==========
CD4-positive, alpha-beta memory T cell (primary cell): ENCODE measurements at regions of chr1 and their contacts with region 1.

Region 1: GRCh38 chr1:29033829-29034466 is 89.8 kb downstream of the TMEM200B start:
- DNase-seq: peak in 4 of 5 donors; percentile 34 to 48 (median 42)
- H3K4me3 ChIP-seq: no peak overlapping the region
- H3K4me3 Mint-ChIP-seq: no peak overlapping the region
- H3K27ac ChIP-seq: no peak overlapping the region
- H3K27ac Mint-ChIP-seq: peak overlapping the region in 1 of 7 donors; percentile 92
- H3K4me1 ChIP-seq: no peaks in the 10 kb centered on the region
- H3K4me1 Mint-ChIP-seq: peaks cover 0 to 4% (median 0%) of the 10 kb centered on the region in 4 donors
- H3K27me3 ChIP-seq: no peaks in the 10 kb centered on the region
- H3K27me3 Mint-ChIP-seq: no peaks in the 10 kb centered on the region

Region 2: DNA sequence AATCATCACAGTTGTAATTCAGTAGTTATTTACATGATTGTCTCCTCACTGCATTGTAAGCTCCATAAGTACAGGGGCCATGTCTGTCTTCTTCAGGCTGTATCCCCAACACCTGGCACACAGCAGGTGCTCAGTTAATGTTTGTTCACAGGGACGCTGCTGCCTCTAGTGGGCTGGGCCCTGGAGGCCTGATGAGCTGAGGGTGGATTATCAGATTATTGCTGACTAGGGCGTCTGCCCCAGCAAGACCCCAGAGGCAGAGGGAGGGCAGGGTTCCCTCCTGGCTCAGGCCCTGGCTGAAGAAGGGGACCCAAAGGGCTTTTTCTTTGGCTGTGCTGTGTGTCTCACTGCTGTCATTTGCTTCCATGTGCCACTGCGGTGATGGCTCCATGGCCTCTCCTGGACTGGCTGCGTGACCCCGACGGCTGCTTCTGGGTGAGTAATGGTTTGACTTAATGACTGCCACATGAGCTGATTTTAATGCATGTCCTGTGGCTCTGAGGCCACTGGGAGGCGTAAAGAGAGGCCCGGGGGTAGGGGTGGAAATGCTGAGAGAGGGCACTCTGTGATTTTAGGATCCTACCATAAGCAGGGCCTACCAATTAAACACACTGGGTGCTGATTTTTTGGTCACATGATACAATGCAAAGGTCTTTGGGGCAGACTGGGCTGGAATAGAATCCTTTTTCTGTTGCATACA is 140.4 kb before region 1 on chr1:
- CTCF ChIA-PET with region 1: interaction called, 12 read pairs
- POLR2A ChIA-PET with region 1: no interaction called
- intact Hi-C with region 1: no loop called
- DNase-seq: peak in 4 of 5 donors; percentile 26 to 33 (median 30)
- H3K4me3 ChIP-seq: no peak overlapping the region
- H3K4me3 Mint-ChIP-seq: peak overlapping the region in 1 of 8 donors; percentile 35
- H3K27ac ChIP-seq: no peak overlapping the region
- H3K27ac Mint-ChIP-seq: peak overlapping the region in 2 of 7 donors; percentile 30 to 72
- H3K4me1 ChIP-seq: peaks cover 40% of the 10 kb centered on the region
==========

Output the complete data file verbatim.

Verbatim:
CD4-positive, alpha-beta memory T cell (primary cell): ENCODE measurements at regions of chr1 and their contacts with region 1.

Region 1: GRCh38 chr1:29033829-29034466 is 89.8 kb downstream of the TMEM200B start:
- DNase-seq: peak in 4 of 5 donors; percentile 34 to 48 (median 42)
- H3K4me3 ChIP-seq: no peak overlapping the region
- H3K4me3 Mint-ChIP-seq: no peak overlapping the region
- H3K27ac ChIP-seq: no peak overlapping the region
- H3K27ac Mint-ChIP-seq: peak overlapping the region in 1 of 7 donors; percentile 92
- H3K4me1 ChIP-seq: no peaks in the 10 kb centered on the region
- H3K4me1 Mint-ChIP-seq: peaks cover 0 to 4% (median 0%) of the 10 kb centered on the region in 4 donors
- H3K27me3 ChIP-seq: no peaks in the 10 kb centered on the region
- H3K27me3 Mint-ChIP-seq: no peaks in the 10 kb centered on the region

Region 2: DNA sequence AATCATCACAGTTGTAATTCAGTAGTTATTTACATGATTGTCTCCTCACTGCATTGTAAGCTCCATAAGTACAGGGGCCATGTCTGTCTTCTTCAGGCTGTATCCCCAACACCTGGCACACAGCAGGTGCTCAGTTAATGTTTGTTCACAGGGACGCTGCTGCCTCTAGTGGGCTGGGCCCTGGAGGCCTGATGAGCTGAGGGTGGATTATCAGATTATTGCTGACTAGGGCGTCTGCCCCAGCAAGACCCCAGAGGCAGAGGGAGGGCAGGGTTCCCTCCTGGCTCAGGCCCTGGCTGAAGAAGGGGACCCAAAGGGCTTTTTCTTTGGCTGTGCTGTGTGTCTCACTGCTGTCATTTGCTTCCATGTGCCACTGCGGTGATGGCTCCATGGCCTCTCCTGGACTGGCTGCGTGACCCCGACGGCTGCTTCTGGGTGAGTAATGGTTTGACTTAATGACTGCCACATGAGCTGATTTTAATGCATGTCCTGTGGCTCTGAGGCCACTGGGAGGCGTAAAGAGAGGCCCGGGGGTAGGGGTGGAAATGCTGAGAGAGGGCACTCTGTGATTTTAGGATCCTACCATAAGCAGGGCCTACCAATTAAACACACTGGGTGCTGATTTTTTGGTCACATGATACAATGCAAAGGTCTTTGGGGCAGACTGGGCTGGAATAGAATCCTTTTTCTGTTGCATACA is 140.4 kb before region 1 on chr1:
- CTCF ChIA-PET with region 1: interaction called, 12 read pairs
- POLR2A ChIA-PET with region 1: no interaction called
- intact Hi-C with region 1: no loop called
- DNase-seq: peak in 4 of 5 donors; percentile 26 to 33 (median 30)
- H3K4me3 ChIP-seq: no peak overlapping the region
- H3K4me3 Mint-ChIP-seq: peak overlapping the region in 1 of 8 donors; percentile 35
- H3K27ac ChIP-seq: no peak overlapping the region
- H3K27ac Mint-ChIP-seq: peak overlapping the region in 2 of 7 donors; percentile 30 to 72
- H3K4me1 ChIP-seq: peaks cover 40% of the 10 kb centered on the region